FMCSA’s New Vision Standard Replaces Current CDL DRIVER Vision Exemption Program

The FMCSA issued a final rule that allows certain CDL drivers with otherwise disqualifying visual acuity and field of vision conditions the chance to maintain their CDL medical qualification under a new alternative vision standard.

Currently, drivers with visual acuity and field of vision deficiencies are prohibited from driving CMVs in interstate commerce unless they obtain an exemption from FMCSA.

The new rule is good news for energy marketers because it provides drivers with vision deficiencies additional avenues to obtain a medical certificate required for operating a commercial motor vehicle.

The new alternative vision standard replaces the current vision exemption program as the basis for determining the physical qualification of these drivers.

The new standard requires drivers with disqualifying vision conditions to obtain a Vision Evaluation Report (Form MCSA-5871) from a specialist, such as an ophthalmologist or optometrist, in addition to undergoing the current physical qualification exam conducted by a DOT certified medical examiner (ME).

The ophthalmologist or optometrist records the findings of the vision evaluation and provides specific medical opinions on the new Vision Evaluation Report.

The ME is not required to follow the vision specialist’s recommendation as to the individual’s visual qualifications but only take it under consideration.

Individuals physically qualified for the first time under the alternative vision standard must satisfactorily complete a road test before operating in interstate commerce.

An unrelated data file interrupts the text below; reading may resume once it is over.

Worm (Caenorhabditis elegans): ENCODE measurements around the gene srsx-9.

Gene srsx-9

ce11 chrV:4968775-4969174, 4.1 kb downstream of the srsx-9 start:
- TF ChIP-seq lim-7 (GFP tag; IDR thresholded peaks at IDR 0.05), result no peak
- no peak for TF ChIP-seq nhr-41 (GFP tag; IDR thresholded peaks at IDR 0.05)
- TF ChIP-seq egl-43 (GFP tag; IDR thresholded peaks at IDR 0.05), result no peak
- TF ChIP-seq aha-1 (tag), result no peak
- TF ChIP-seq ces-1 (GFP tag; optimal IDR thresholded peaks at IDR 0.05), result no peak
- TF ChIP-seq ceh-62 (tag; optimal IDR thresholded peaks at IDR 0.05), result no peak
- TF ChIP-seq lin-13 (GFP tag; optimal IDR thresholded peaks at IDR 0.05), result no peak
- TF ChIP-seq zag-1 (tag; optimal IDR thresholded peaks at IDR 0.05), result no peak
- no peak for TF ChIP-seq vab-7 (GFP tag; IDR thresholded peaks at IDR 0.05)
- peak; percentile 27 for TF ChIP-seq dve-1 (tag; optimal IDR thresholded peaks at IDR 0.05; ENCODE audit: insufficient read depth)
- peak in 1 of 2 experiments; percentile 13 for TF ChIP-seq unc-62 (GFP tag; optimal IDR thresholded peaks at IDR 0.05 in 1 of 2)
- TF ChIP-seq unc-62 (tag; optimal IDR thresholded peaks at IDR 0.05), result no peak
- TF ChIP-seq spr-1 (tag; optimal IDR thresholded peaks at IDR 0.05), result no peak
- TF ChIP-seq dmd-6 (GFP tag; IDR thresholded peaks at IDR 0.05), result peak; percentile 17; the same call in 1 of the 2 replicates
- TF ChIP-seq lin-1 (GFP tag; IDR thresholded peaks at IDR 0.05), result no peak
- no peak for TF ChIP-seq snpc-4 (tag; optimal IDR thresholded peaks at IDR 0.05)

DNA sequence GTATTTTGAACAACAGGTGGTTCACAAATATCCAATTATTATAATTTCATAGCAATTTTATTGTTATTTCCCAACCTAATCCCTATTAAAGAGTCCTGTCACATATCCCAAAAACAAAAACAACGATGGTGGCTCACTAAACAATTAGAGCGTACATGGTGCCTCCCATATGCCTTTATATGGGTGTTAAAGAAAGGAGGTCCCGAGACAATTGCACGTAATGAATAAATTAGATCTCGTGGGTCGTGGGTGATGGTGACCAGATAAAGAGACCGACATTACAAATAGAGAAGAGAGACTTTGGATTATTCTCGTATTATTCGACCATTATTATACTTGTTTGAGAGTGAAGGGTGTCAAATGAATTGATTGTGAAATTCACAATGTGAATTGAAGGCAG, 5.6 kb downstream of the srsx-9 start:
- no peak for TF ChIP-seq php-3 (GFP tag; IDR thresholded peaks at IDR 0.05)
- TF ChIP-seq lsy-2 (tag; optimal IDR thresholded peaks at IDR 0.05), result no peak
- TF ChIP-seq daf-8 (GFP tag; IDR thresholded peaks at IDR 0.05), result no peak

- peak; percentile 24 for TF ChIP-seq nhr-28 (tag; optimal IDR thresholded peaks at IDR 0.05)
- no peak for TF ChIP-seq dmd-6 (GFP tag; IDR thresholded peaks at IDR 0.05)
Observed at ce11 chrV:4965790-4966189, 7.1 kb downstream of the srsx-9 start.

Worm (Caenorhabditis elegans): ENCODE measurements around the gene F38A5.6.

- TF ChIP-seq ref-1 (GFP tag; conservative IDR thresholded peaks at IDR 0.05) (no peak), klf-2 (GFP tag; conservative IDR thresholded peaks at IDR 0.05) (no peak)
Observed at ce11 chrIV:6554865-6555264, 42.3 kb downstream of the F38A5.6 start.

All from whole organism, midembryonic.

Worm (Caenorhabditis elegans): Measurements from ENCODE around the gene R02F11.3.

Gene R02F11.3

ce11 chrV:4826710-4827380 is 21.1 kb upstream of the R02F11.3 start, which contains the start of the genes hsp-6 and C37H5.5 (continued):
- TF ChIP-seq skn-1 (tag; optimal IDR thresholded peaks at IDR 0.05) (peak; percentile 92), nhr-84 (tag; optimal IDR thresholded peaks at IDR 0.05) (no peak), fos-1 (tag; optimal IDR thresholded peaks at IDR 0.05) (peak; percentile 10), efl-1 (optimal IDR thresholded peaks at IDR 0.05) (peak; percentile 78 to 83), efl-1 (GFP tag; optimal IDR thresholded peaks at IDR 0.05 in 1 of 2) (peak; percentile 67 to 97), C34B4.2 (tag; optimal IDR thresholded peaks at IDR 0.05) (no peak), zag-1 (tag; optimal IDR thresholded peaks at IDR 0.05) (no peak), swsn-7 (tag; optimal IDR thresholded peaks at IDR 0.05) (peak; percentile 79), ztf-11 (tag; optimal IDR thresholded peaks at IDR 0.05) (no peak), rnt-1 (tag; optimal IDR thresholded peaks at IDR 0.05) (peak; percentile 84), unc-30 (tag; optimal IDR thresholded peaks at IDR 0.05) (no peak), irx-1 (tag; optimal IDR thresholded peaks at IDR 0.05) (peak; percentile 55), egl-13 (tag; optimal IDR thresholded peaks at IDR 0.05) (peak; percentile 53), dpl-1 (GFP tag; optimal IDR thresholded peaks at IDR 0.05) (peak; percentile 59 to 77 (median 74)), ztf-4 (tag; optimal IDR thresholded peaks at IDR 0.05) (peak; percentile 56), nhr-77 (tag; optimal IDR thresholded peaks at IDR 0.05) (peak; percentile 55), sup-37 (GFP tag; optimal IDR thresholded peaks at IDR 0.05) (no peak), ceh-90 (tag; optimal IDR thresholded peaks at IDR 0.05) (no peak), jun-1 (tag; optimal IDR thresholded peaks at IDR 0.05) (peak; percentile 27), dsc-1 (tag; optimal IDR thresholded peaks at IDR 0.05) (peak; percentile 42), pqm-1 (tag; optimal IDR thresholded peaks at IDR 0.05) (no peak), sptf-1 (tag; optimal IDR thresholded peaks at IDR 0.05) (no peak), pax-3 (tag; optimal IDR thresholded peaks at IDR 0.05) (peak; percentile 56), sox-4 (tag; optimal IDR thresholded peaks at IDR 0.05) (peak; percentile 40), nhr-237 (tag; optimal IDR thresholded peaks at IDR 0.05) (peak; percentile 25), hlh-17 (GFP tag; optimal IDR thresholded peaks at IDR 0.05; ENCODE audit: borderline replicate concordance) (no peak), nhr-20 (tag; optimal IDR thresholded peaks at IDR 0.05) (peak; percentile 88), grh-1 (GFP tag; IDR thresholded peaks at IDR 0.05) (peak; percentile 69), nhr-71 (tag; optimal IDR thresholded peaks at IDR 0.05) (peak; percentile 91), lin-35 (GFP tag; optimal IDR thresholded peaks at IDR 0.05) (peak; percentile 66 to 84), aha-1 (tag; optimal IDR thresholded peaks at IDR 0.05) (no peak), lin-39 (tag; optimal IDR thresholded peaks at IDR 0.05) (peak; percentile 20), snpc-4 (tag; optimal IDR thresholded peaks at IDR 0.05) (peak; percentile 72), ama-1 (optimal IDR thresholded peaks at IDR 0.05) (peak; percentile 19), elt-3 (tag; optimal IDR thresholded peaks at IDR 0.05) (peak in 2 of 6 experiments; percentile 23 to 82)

The employing motor carrier conducts the road test in accordance with road test standards already required under 49 CFR § 391.31.

CDL drivers are exempted from the road test requirement if they have 3 years of intrastate or specific excepted interstate CMV driving experience with the vision deficiency, hold a valid Federal vision exemption, or are medically certified under the previously administered vision waiver study program in 49 CFR § 391.64(b).

Exemption holders have 1 year after the effective date of the final rule to comply with the alternative vision standard, at which time all exemptions issued under 49 U.S.C. 31315(b) become void.

Medical certificates issued to drivers using the alternative vision standards are valid for up to 12 months.

The FMCSA has not yet released Form MCSA-5871 but will do so soon.

The FMCSA rule only applies to interstate drivers. However, many states adopt the FMCSA regulations for intrastate drivers.

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